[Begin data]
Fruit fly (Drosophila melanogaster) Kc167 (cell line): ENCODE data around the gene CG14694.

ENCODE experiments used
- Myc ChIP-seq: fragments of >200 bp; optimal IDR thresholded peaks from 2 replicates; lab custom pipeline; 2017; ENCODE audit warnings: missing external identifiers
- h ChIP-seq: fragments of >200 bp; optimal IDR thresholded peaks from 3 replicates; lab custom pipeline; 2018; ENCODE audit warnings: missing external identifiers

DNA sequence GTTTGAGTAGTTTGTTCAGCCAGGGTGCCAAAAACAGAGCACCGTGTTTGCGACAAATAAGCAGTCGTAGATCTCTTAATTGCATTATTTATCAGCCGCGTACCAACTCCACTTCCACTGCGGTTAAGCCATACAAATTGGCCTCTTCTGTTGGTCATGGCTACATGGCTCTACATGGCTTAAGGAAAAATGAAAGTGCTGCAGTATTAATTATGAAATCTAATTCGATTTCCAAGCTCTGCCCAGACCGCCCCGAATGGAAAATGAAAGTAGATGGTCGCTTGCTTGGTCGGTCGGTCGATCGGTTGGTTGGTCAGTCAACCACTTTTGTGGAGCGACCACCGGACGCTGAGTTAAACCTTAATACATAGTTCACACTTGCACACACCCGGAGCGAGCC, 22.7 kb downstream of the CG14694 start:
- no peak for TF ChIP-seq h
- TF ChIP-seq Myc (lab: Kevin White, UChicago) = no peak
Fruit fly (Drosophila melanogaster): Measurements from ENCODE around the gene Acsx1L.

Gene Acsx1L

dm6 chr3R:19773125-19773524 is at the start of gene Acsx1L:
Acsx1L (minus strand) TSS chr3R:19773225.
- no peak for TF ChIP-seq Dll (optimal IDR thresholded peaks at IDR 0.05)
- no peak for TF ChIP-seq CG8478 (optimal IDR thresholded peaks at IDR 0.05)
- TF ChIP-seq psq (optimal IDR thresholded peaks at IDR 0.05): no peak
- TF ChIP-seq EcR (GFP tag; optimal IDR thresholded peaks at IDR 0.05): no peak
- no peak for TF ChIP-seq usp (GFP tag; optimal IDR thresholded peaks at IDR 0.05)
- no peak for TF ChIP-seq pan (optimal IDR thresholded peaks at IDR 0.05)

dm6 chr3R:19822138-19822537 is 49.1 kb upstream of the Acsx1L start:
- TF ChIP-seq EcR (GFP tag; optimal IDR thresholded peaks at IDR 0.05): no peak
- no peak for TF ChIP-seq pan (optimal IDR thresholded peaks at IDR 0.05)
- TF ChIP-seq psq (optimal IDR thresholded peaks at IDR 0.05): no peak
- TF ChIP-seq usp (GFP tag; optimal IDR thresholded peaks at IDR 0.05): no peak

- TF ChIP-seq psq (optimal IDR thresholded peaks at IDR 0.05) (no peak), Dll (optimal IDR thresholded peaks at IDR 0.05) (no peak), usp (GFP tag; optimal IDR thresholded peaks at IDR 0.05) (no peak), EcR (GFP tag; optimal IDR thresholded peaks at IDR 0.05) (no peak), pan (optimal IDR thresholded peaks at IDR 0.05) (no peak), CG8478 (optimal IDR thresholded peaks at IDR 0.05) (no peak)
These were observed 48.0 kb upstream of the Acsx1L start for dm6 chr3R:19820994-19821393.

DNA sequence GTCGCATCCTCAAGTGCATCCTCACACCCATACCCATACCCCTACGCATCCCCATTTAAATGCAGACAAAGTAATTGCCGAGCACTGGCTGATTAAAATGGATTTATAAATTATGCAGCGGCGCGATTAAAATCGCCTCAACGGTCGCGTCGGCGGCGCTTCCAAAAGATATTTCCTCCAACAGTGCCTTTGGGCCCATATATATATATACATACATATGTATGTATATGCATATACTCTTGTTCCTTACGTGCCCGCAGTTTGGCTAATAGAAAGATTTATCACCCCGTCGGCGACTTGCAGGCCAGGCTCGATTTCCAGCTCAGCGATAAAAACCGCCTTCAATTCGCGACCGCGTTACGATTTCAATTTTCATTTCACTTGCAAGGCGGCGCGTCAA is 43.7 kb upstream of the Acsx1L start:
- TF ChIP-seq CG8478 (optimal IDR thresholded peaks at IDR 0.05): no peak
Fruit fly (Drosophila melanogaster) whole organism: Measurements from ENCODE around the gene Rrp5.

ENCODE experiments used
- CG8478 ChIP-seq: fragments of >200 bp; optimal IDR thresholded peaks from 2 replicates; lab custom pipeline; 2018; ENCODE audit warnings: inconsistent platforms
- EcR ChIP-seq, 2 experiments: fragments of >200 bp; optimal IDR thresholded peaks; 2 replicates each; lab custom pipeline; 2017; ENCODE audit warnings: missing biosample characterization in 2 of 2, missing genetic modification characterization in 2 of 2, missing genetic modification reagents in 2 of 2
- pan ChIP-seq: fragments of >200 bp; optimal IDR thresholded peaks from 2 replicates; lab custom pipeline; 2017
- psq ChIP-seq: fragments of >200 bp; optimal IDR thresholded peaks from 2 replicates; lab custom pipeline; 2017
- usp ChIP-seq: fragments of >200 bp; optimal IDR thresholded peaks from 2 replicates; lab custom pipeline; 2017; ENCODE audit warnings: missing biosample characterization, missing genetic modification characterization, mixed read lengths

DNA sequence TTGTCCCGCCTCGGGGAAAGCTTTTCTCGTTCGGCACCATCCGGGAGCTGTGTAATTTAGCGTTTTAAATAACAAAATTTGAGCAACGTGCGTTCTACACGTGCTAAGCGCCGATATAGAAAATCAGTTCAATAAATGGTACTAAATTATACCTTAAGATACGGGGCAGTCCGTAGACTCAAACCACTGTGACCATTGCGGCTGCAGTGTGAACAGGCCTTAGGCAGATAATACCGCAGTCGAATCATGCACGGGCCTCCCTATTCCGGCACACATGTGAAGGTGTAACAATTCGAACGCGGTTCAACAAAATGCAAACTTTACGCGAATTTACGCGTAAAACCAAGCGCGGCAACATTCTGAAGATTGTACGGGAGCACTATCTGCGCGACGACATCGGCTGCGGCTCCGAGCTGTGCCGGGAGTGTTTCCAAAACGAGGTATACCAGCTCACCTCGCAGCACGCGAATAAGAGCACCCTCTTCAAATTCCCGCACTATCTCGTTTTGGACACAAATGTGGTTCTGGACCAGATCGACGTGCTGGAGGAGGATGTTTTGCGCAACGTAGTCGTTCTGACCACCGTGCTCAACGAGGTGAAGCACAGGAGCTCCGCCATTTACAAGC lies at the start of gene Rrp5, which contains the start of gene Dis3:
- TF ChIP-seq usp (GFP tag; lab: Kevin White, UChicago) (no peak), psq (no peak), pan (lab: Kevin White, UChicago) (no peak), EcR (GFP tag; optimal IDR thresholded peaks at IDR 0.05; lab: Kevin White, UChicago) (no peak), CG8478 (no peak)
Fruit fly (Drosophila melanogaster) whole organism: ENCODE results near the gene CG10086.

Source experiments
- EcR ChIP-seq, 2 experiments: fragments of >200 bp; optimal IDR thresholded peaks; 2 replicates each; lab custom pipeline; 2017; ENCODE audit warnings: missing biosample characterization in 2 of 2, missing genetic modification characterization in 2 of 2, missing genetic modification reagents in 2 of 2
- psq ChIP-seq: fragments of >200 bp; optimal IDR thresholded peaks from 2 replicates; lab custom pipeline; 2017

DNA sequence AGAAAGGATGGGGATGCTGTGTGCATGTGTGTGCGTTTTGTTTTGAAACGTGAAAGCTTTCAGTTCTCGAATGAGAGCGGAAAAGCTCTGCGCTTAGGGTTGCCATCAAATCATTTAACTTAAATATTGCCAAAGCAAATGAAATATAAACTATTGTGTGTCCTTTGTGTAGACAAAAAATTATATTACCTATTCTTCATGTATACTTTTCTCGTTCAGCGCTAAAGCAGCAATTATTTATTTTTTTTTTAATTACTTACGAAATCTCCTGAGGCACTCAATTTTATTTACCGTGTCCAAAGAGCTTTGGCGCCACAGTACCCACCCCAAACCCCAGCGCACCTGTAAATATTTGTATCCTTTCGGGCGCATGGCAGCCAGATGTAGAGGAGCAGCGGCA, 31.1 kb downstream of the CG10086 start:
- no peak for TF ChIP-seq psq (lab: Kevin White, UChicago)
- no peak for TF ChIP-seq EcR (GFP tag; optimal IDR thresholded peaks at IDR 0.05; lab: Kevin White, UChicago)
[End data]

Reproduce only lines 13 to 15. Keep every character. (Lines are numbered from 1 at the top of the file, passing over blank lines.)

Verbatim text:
- no peak for TF ChIP-seq CG8478 (optimal IDR thresholded peaks at IDR 0.05)
- TF ChIP-seq psq (optimal IDR thresholded peaks at IDR 0.05): no peak
- TF ChIP-seq EcR (GFP tag; optimal IDR thresholded peaks at IDR 0.05): no peak